By Lauren Ciriac Wenger
Since the 15th century, individuals have created needlepoint samplers to demonstrate or practice their embroidery skills. Produced throughout Europe, the craft traveled to the New World with colonists. The Hershey Story’s artifact collection includes several samplers from the 18th and 19th centuries that demonstrate the craftsmanship of Pennsylvania Germans.
Until the rise in popularity of commercially manufactured clothing, sewing was an essential and practical skill. Not only did women need to know how to sew clothing and linens, but they also marked sheets, pillowcases, and tablecloths with their initials. Girls practiced stitches, patterns, and lettering by making samplers from linen cloth and various colors of silk, wool, or cotton thread. Customary Pennsylvania German sampler motifs included flowers, topiaries, deer, birds, hearts, houses, and stars. Since it was important that girls learned and memorized religious and moral verses, these were common additions to samplers as well.
Pennsylvania German girls spent their adolescence perfecting their sewing skills for future roles as wife and mother. They were taught either at home from older, more experienced relatives, or at school. When the designs on samplers are very similar, it is likely they were made by girls who had the same instructor. Yet a sampler can also contain elements that were very personal to the maker. Embroidered houses sometimes looked similar to the maker’s own home or the maker would incorporate important initials into the design, such as those of her parents or siblings.
Nine year old Susan Gish of Hummelstown, Pennsylvania worked the above sampler in 1834. There are floral and diamond patterns, along with vowels stitched in all capitals.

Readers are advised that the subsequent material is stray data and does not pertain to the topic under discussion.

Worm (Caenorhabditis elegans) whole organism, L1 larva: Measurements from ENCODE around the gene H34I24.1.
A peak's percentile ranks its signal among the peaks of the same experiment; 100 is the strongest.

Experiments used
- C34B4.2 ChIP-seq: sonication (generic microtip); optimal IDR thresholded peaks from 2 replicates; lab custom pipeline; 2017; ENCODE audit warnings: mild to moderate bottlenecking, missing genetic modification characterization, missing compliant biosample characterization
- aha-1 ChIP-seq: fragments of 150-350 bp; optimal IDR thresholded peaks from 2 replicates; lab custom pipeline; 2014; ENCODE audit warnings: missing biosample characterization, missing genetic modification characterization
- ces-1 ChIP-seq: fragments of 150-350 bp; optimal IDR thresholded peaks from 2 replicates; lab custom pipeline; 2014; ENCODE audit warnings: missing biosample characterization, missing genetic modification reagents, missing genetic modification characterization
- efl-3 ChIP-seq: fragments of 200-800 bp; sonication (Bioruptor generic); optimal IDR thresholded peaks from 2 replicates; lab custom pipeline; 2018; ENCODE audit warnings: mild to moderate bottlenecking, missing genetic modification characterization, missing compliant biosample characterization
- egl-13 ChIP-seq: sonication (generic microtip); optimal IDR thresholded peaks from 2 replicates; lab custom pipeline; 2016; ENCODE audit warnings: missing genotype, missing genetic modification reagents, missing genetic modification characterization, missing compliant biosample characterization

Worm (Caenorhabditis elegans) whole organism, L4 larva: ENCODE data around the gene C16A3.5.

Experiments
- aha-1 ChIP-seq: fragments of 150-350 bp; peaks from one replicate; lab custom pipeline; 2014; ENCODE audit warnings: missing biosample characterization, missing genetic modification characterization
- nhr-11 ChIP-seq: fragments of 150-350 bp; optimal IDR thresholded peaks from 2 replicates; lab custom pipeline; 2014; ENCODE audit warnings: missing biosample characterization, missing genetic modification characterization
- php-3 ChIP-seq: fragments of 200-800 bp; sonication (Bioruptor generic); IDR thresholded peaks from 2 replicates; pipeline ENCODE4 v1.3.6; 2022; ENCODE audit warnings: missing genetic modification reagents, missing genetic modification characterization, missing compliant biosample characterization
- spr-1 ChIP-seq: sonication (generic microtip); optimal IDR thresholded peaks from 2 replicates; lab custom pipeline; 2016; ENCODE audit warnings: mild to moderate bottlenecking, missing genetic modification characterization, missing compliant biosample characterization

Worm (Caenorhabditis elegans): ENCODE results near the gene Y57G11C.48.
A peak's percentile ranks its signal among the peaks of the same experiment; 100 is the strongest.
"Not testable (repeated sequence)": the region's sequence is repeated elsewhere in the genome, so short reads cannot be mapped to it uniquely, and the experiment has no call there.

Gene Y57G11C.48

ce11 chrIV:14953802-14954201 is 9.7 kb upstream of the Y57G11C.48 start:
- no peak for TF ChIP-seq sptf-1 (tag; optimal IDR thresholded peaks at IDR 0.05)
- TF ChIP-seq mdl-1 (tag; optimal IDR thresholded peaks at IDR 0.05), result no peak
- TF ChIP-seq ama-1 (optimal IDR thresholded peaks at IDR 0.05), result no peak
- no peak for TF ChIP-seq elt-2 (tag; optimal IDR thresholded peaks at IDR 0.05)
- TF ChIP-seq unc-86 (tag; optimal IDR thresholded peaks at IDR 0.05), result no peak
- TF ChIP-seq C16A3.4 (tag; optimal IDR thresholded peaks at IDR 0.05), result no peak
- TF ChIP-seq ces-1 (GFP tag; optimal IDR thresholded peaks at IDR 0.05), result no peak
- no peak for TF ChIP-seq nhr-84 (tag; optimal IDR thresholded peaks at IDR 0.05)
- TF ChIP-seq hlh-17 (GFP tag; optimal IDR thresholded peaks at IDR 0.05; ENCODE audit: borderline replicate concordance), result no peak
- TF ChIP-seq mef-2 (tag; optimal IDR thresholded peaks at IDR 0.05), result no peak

The oldest sampler in The Hershey Story’s collection was made by Lydia Speakman in 1784. It most likely originates from the Philadelphia area, but possibly Susquehanna or Chester County. It features a flower and leaf motif throughout, the alphabet at the top, and part of a poem written in 1712 by Joseph Addison, which says:
"The Lord, my pasture shall prepare, and feed me with a shepherd[‘s]
Care His Presence Shall My Wants Supply
And Guard Me With A Watchful Eye
My noon day steps he shall attend and all my midnight hours defend,
when in the sultry glebe faint, or on the thirsty mountain pant,
to fertile vales and dewy meads, my weary wandering steps”
During the 150 years prior to being added to the museum’s collection, exposure to light and humidity caused the fabric to yellow and threads to fade. Some of the discoloration is also the result of unavoidable aging.
Frances Hershey (later McDade) created this sampler in 1830. Houses, trees, and dogs were popular motifs. The saying stitched at the top, transcribed below, was one of the most commonly used.
“When I am dead and in my grave
And all my bones are rotten.
When this you see remember me
Lest I should be forgotten”.
Needlework samplers are not only evidence of the importance of a practical skill, but are tangible links to the past and, specifically, to the individuals who made them. Each sampler contains unique identifying information about its maker: her name, age, geographic location, and even representations of important people and places in her life. The young girls who created these samplers have, with a needle, thread and a piece of fabric, permanently etched their lives into history.